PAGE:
She has published widely in her research areas of gender and informal work, labour rights in supply chains and corporate social responsibility. Annie regularly collaborates with NGOs, Unions, Government & Industry policy makers around these issues.
Annie’s research interests include:
- Informal employment: homework, gender and work and labour organisation
- Business & human rights: corporate accountability & corporate social responsibility (CSR),
- Labour & industry: global production networks/chains regulation and the global garment industry
Annie is a participant of key RMIT research platforms: Social Change, Global Business Innovation, and the College of Business Centre for People Organisation and Work (CPOW).
Current Research Projects
Annie is a chief investigator in the ARC linkage project, ‘Evaluating redress mechanisms governing the human rights practices of transnational business: lessons for institutional design and operation’ with CIs: Kate Macdonald, Fiona Haines (Melbourne Uni), Shelley Marshall (Monash Uni) Tim Connor (Newcastle Uni) and Sam Balaton-Chrimes (Deakin Uni)). Her contribution has focused on the areas of forced and bonded labour in textile and garments and footwear homework in India, footwear and garments in Indonesia and non-judicial mechanisms such as the freedom of association protocol in Indonesia and the ethical trading initiative.
Annie is also engaged in a research project that explores corporate accountability and the denial of human rights in relation to the Bangladesh and Indian garment industry.
Access Annie’s papers:
Annie is currently the HRM program coordinator and teaches undergraduate and postgraduate courses into the HRM program.
Email to check availability.
- PhD La Trobe University, Melbourne – Employment Relations: Thesis Title: ‘Organising homeworkers: women’s collective strategies to improve participation and social change’
- Gradate Certificate Communication – Victoria University, Melbourne
- Gradate Diploma Education – University of Melbourne
- Mandarin – (Taipei University, Nanjing & Shanghai East China Normal University)
- Bachelor – Arts La Trobe University
Annie brings to her academic role extensive industry experience from trade union and community organisations, social movement campaigns, organising activities with homeworkers in the garment industry and work in women services. Her significant partnerships and networks from academia, government, business, union and nongovernment organisations within Australia and internationally complements her academic capabilities and support for collaborations. Annie’s academic contribution aims to have ‘societal impact’, her research is focused toward social significance and seeks to have real world consequences.
Panels and Commissions
- In 2015 Annie was a member of the Federal Attorney General national roundtable on human trafficking and slavery – supply chains working group.
- Annie has consulted for the International Labour Organisation preparing briefing documents and reports on homework.
- Delaney, Annie and Tate, Jane 2015, ‘Organising homeworkers in Chile: a local and global initiative’
- Delaney, Annie, Tate, Jane and Burchielli, Rosaria 2008, ‘Global State of Homework’
- Academic Industrial Relations Association Australia and New Zealand AIRAANZ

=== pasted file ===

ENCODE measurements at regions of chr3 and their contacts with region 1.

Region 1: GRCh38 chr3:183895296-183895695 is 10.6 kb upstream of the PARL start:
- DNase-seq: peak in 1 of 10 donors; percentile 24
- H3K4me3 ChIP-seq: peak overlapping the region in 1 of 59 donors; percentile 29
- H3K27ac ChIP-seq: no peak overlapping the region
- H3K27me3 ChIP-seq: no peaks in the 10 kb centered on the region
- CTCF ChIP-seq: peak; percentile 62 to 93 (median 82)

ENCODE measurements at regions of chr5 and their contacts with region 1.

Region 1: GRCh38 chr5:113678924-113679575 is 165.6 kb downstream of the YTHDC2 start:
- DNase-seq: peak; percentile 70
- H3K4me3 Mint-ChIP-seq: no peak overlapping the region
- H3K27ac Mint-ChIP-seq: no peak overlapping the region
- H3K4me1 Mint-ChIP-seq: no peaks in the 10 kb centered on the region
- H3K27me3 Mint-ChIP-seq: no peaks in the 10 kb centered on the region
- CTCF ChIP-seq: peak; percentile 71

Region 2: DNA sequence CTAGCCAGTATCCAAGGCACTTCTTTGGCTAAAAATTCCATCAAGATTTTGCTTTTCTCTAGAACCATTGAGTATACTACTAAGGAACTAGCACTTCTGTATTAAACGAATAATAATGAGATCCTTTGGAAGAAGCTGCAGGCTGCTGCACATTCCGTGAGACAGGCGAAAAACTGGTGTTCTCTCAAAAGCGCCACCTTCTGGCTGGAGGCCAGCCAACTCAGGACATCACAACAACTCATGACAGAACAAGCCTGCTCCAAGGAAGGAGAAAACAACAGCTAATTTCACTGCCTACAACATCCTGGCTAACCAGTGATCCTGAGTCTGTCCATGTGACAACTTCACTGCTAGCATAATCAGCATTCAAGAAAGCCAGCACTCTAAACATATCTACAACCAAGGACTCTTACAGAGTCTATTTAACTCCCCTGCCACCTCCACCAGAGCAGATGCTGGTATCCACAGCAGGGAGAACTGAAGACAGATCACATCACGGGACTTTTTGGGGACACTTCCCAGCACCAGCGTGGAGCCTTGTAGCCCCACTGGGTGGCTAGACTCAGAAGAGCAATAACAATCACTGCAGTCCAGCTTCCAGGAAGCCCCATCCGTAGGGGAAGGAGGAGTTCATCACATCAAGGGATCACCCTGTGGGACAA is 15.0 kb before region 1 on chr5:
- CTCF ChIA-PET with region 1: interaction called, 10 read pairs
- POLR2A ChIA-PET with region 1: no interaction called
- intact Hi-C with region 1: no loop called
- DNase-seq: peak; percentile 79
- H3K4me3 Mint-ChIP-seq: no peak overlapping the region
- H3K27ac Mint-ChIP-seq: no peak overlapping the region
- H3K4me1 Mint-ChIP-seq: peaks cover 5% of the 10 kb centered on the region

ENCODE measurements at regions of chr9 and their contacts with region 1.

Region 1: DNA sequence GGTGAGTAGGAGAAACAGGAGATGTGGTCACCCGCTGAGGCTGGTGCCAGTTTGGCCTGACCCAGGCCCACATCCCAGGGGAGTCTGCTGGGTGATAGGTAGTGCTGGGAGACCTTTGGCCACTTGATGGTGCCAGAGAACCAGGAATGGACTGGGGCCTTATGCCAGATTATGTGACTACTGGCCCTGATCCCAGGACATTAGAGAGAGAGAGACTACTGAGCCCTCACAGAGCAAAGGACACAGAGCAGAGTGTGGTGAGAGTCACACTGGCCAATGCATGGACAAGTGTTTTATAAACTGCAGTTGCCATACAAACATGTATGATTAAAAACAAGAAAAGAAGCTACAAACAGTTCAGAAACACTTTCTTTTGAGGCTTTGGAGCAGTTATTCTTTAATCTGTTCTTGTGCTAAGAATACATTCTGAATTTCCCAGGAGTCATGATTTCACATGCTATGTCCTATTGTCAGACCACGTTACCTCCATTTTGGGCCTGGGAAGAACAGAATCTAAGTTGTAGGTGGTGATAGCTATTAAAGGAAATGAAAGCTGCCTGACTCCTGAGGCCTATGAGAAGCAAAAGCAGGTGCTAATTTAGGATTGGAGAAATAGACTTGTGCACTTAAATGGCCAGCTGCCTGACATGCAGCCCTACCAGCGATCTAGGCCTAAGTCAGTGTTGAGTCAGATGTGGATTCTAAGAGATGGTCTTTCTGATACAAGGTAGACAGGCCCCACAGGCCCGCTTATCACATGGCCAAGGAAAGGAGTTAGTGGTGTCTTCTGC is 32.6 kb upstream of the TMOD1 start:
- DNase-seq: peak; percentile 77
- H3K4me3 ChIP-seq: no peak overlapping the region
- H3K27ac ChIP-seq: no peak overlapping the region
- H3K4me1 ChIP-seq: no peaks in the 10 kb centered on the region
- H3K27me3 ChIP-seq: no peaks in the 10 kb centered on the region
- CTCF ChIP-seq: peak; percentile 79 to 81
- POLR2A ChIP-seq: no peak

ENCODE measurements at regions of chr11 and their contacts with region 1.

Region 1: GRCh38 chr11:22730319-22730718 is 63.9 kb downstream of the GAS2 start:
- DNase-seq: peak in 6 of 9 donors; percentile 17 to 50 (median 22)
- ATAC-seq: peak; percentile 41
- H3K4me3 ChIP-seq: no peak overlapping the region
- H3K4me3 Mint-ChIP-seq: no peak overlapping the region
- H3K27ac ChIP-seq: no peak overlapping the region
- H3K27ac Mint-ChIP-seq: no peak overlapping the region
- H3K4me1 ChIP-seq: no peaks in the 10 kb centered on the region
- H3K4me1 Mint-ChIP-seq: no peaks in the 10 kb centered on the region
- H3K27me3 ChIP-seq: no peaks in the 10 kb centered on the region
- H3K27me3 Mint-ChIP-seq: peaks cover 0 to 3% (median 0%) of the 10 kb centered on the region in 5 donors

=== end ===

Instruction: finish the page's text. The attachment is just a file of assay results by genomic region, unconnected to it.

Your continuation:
- Australasian Business Ethics Network ABEN
- Homeworkers Research Network
- Barton, R. (2018). “Our Tarkine, our future”: the Australian Workers Union use of narratives around place and community in West and North West Tasmania, Australia In: Antipode, 50, 41 – 60
- Barton, R. (2015). “Good riddance to the stinkin’ place”: Deindustrialisation and memory at associated pulp and paper mills in Burnie, Tasmania In: Labour History: A Journal of Labour and Social History, 109, 149 – 167
- Barton, R.,Fairbrother, P. (2014). What can unions do? Addressing multinational relocation in north west Tasmania In: Journal of Industrial Relations, 56, 691 – 708
- Barton, R.,Cairns, G. (2013). De(constructed) and reconstructed images of the workplace: a case from the edge of Tasmania In: Proceedings of the 27th Australian and New Zealand Academy of Management Conference, Hobart, Tasmania, 4-6 December 2013
- Barton, R.,Fairbrother, P. (2013). Trade unions – development actors or victims: A case study from North West Tasmania In: Proceedings of the 2013 the Australian Sociological Association (TASA) Conference, Melbourne, Australia, 25-28 November 2013
- Barton, R.,Fairbrother, P. (2012). A failure to engage?: Trade unions and industrial regeneration on the north west coast of Tasmania In: The annual conference of the Australian Sociological Association 2012: Emerging and Enduring Inequalities, Brisbane, Queensland, 26 – 29 November 2012
- Barton, R.,Van den Broek, D. (2011). Agency and the deunionisation of managers in an Australian telecommunications company In: Journal of Management & Organization, 17, 210 – 225
- Barton, R. (2011). The state, labour management and union marginalisation at Electrolytic Zinc, Tasmania, 1920-48 In: Labour History, 101, 53 – 70
- Barton, R.,Fairbrother, P. (2009). The Local is Now Global: Building a Union Coalition in the International Transport and Logistics Sector In: Relations Industrielle / Industrial Relations, 64, 685 – 703
- Barton, R.,Snell, D.,Fairbrother, P. (2008). The state of unions and union research in AustraliaIn: Proceedings of the 22nd Conference of the Association of Industrial Relations Academics of Australian and New Zealand, Melbourne, 6-8 February 2008
Informal work: homework, gender and work, Business & human rights: corporate accountability & CSR, Labour in garment, Textiles and footwear sectors and global supply chains.
- Evaluating redress mechanisms governing the human rights practices of transnational business: lessons for institutional design and operation (Administered by The University of Melbourne). Funded by: ARC Linkage Projects via other University pre-2014 from (2016 to 2016)